Robinia pseudo-acacia has excessive acidity of stomach; vomiting of intensely sour fluid, setting the teeth on edge; frequent eructations of sour fluids. Steady dull, heavy aching distress of stomach and sensation of soreness when moving and upon pressure. Sensation as if stomach were full of hot water, with nausea oppression and debility.
Lactic Acid. —Eructations of hot acrid fluid, which burns from stomach to throat. Eructations of burning hot gas from stomach, causing a profuse secretion of tenacious mucus, which must be constantly hawked up.
A young man about an hour after every meal, was obliged to vomit bitter or sour matters; loud talking or singing caused vomiting; tension over stomach worse from pressure; trouble caused probably by drugging. Nux V. cured.
A case of gastralgia; almost constant pain, much aggravated from binding anything tight around the wrist; sensation of contraction in stomach; tedious, dry spasmodic cough, increasing the gastralgia; cough worse from talking, running, emotions, etc. Conium tincture cured.
Chronic diarrhoea in a child; painless, watery or mucous stools; pale bloated face; skin cool; indentation of skin remaining after pressure of the finger; weakness from long continuance of the diarrhoea; China failed; Ferrum in massive doses cured.
Bell. —Stammering, weakness of organs of speech with full consciousness; speech difficult, whining, stammers like one intoxicated; temporary speechlessness; cannot utter a sound; low soft speech, with headache close above orbits, preventing the opening of the eyes.
Hyos. —Patient hears everything, but can answer only by signs and motions; tries to speak, but cannot utter a word; these symptoms had been caused by abuse of Merc. sol., and were observed by Hahnemann.
Stram. —Constant murmuring, stammering; speech difficult and unintelligible; speaks abruptly in a raised voice—voice of higher pitch; cannot utter a sensible word, and gets angry; thinks long before being able to speak, and then it is a mere stammering; trembling of tongue when protruded.
Loss of memory.—For letters, Lyc.; for proper names, Sulph., Anac., Crocus, Guajac., Olean., Puls., Rhus.; for thoughts, Nat. mur.; for what has been heard, Hyos., Lach.; for what has been read, Guajac., Helleb., Acid phos., Staph.; for persons, Crocus; for spelling, Lach.; for words, Baryta, Lyc. There are many other indications, but we have not space for them.
Dr. Pope gives a review of the provings of Kali Bichrom., with some clinical cases cured by its use. Among the latter may be mentioned: Constant discharge of matter, thick and yellow, from left nostril, and having fetid smell; pain in muscles of left side of neck to one small spot in side of head, brought on and made worse by blowing the nose; severe smarting pain in left nostril, extending to molar bone below the eye; a tumor of the nose, highly vascular, and filling whole cavity of right nostril with severe pain; syphilitic nodes on shin, tender to touch, with gnawing scraping pain. It is noticeable that two important characteristics of Kali Bichrom. are not mentioned; they are: (1)headache, preceded by blindness; the blindness gets better as the headache increases; (2) the gastric symptoms alternate with the rheumatic symptoms. It is worthy of remark that Dr. Pope, who is usually considered as a champion of the “liberal” or eclectic sect, commits himself to the following square homoeopathic sentiment: “Because a drug gives rise to a state similar to bronchitis, it does not follow that it will cure all cases of that disease. It is only that kind of bronchitis—that particular attack where the symptoms are like those a given drug will produce—and the nearer like, the better—that you can expect to cure with that drug. It is from a want of recognition of this fact that so many failures occur, in endeavoring to put the homoeopathic theory into practice,” There is also, in this number, a report of a case of puerperal convulsions horribly maltreated. It is followed by some comments by the editor, which are severe and just.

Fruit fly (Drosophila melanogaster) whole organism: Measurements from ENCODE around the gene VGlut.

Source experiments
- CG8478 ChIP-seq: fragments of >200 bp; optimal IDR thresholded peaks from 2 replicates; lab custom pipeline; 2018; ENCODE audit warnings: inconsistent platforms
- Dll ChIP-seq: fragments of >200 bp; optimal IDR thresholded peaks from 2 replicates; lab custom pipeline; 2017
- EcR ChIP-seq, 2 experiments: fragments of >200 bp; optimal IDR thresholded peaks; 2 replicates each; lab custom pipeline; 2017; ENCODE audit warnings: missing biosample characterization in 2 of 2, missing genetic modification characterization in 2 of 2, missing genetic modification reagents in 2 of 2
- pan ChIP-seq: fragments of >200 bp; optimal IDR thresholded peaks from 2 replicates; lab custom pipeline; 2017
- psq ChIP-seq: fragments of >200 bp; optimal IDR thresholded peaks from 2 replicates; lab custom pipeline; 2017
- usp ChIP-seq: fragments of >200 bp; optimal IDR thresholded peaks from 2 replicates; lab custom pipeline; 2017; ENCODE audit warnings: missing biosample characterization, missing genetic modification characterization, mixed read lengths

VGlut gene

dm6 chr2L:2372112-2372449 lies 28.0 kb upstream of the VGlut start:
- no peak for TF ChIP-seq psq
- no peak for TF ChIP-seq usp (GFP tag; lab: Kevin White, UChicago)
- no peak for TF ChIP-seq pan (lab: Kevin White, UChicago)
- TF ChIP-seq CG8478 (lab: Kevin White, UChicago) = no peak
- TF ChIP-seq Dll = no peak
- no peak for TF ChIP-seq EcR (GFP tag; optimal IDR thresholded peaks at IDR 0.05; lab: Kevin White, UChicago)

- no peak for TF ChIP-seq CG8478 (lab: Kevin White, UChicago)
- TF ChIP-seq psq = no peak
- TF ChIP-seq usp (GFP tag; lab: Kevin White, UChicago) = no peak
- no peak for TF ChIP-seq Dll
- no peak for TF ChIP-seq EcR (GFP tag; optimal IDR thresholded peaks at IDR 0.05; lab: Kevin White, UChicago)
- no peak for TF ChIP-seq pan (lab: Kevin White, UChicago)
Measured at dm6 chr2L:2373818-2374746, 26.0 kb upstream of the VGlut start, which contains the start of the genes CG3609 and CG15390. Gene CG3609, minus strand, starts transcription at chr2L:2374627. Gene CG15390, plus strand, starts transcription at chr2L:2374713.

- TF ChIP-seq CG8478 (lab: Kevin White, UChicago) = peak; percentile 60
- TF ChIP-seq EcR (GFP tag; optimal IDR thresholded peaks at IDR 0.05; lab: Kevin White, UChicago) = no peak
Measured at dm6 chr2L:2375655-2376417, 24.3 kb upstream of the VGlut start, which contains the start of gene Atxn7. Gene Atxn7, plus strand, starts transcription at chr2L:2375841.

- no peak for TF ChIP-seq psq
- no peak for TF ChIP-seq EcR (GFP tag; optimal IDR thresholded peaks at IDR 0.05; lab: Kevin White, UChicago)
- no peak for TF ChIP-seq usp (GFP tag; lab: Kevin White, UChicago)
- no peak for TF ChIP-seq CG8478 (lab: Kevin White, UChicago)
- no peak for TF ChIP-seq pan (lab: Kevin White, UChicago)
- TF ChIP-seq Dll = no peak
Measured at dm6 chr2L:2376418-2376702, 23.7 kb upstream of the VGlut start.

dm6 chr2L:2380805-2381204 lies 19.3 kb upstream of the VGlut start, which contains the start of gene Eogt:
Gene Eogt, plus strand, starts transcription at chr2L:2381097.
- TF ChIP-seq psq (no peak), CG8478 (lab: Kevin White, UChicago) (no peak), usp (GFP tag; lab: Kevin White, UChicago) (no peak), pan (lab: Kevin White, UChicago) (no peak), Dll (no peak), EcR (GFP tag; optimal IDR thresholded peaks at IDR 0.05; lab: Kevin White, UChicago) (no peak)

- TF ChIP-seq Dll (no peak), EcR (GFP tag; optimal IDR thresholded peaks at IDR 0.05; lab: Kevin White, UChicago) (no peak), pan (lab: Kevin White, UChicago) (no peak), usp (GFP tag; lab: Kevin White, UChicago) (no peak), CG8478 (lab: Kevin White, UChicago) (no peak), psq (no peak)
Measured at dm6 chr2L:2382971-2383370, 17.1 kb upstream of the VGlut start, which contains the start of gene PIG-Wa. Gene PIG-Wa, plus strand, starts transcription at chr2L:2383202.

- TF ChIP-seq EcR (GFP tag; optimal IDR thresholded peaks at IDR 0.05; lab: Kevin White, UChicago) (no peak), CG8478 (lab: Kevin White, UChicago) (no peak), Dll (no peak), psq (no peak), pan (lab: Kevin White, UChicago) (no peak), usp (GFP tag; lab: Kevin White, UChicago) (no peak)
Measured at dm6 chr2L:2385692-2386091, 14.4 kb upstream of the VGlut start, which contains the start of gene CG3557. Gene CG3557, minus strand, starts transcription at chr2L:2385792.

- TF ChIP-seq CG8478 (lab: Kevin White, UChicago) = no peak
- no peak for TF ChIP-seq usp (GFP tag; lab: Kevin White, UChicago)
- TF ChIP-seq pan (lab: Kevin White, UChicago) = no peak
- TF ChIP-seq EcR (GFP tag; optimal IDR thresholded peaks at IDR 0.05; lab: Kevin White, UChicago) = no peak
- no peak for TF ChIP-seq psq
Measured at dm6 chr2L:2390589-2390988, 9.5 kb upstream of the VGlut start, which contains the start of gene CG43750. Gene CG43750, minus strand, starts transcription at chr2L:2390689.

Homoeopathic World , April and May. Dr. Burnett gives some cases of cough cured with Aralia Racemosa. The indications are:Cough coming on at night when first lying down accompanied by asthma. Cough at night in bed after having slept an hour or two; occurring before midnight. It wakens the patient.
Dr. Berridge gives his impressions of “Homoeopathy in America.” The May number opens with the ludicrous details of Lord Beaconsfield’s medical treatment, in which Dr. Kidd proved to be “the man Friday” to the regulars. An interesting case of hemorrhage from extraction of teeth, with oozing of blood from gums, vomiting of blood, and flowing of blood from the bowels, were all cured by Phos. after styptics had failed. The case appears to have been treated by an Allopathist who thus innocently testifies to the truth of homoeopathy. The World dares the Lancet to publish the case.
Dr. Berridge gives an exceedingly interesting case of hydrophobia which was wonderfully relieved by Hydrophobinum, C. M. (Swan). Although the patient died, yet the sufferings were so much relieved that it may be considered a case of true euthanasia.
New England Medical Gazette , April. In the proceedings of the “Worcester County Homoeopathic Medical Society,” is reported a case of parenchymatous nephritis characterized by albuminuria, oedema of face and hands, and morning diarrhoea thin and yellow, on rising. Apis 2 M cured. Also, prolapsus uteri of eighteen years’ standing, with sensitiveness to cold air, dark-yellow complexion, despondency and retiring disposition, empty feeling in stomach, greenish-yellow leucorrhoea. Cured by Sepia 30 in four months.
|Source:||The Homoeopathic Physician Vol. 01 No. 08, 1881, pages 390-396|
|Editing:||errors only; interlinks; formatting|